A Japanese yakitori joint done Hong Kong style and done right
Judging by the hordes of diners who flock to Yardbird, it seems like everyone in Hong Kong knows about this stunning restaurant. And there’s good reason for the mass popularity – Matt Abergel, previously of sushi temple Masa in New York and of Zuma in our own backyard, has meticulously put together a dining experience that works on all levels.
Yardbird is an izakaya/yakitori venue that Tokyo denizens wouldn’t roll their eyes at. The menu says come early and come often. People do. They come for the minimalist space on an unassuming stretch of Wing Lok Street. Small touches abound – jars to discard skewer sticks and a diner style drinks board. The diners come for the inviting bar, funky soundtrack, and the creative and accessible drinks programme. Order the El Chonie, a perfect marriage of beer and tequila. But most importantly, obviously, diners come for the food.
The chicken here is being treated no differently than the finest piece of toro, with love and care. And it returns the favour by donating literally every part of its body. The thigh, wing, neck, liver, tail or skin – mostly priced at $45 or $48 a skewer – would be a good place to start. Order them all. Smoky, salty, juicy and cooked to perfection. The liver is creamy inside, the tail fatty and gelatinous, presented as tiny little morsels that melt on the tongue. And the wing is boned just so, almost elegantly – moist meat with blistered skin. Speaking of skin, it’s reminiscent of a crunchy potato chip – one skewer is not enough. And who knew how much we’d love chicken necks, splashed with a spicy pepper sauce? Go for the oyster ($48) as well – and don’t say you can’t eat oysters, like the fashionista who sat next to us. They’re two round pieces of dark meat near the thigh, not the shellfish – and it was our favourite skewer of the night.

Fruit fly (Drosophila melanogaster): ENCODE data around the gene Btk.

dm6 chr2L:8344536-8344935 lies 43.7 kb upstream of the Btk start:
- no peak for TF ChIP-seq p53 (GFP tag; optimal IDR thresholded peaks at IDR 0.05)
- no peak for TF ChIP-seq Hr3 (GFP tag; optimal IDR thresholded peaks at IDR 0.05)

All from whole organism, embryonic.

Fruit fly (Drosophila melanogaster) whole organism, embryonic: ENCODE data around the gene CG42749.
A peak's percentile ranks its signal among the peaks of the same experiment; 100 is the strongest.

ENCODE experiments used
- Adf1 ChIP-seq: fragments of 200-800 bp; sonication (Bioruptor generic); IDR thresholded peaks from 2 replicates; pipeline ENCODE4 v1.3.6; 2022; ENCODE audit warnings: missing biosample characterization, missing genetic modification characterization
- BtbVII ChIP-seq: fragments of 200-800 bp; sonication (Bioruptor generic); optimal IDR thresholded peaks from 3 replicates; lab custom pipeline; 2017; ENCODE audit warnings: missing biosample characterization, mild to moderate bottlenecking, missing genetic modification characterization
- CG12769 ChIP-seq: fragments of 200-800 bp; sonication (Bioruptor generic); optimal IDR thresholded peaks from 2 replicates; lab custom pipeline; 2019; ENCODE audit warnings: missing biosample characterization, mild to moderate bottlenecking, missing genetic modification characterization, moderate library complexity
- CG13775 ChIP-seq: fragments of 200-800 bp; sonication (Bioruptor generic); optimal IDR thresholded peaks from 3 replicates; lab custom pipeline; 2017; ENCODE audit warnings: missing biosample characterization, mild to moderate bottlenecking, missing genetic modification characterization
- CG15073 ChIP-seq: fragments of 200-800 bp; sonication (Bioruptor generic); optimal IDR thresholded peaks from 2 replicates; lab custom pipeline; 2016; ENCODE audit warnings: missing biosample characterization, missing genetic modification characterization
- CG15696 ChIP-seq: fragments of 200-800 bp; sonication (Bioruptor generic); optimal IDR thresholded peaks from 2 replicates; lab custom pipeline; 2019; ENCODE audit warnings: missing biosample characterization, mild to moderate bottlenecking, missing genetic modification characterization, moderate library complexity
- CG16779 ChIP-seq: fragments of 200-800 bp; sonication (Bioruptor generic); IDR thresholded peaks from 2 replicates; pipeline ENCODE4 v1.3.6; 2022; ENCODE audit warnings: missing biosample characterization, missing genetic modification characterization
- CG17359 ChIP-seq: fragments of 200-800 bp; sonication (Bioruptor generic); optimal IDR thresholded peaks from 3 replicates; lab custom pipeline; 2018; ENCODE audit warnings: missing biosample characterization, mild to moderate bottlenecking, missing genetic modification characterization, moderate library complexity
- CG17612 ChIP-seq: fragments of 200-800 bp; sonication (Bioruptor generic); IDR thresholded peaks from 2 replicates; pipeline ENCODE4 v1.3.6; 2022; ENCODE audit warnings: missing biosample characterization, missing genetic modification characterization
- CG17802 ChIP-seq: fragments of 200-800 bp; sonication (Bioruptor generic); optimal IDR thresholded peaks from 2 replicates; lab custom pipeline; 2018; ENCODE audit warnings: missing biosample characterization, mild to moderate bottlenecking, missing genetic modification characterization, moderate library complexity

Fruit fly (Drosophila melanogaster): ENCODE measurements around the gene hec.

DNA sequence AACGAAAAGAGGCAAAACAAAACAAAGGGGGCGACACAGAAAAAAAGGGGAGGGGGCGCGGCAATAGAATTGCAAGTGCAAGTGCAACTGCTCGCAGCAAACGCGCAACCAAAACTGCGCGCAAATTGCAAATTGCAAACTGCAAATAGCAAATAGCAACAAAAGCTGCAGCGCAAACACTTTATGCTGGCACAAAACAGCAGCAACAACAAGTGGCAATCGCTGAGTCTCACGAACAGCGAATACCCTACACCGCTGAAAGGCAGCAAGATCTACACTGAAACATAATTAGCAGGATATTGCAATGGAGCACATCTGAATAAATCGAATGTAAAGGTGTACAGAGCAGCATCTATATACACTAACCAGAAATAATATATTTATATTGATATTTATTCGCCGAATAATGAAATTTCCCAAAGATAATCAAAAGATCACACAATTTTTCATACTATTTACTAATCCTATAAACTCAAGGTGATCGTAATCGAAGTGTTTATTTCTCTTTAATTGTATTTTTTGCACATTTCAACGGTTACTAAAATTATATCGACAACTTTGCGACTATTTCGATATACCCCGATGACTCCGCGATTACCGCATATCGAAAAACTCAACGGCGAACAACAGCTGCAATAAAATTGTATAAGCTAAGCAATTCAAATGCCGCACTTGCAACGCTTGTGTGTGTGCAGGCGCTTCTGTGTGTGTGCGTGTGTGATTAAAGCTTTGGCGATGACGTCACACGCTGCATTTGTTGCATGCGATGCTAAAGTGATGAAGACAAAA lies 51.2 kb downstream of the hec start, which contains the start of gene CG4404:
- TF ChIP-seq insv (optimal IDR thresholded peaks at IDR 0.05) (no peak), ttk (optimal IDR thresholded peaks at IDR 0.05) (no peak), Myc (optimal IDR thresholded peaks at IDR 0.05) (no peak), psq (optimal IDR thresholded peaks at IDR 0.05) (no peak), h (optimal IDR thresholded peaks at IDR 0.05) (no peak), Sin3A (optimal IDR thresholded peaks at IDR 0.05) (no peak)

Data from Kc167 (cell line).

The yakitori is chicken-only and, as incredible as it is, so is the rest of the menu. The KFC (Korean fried cauliflower, $110) has already entered the Hong Kong food pantheon. Neither too mushy nor al dente, the crisp orbs bring a touch of heat thanks to the yuzu and chilli. The liver mousse ($150) was silky and properly livery, served on milk bread so airy and light we wanted to make a bed out of it, with crispy shallots that were some of the best onion rings we’ve ever had, as miniature as they may be. The fried chicken ($165) with garlic and kewpie mayonnaise is the benchmark in town.
Were there any hiccups? Barely. A pickled Napa fennel ($30) overwhelmed by too much vinegar and a chicken meatball ($48) that was ho-hum were overshadowed by the bubbly and knowledgeable service (no service charge, a trend that we hope continues to gain traction) and every other dish we tried. We did curse ourselves for passing on a dish called chicken and rice – a ‘risotto-esque’ creation with crispy chicken skin and peas – after we saw another diner tucking in, so there’s more of this heavenly grub to sample in the future.
Yardbird is a game place. Hell, even the name is cool. Wyndham Street can have the cougars, we’ll be hiding out in Sheung Wan from now on with the chickens. Ryan Andrews
154-158 Wing Lok Street, Sheung Wan
|Opening hours:||Mon-Sat 6pm-12am|
|Do you own this business?|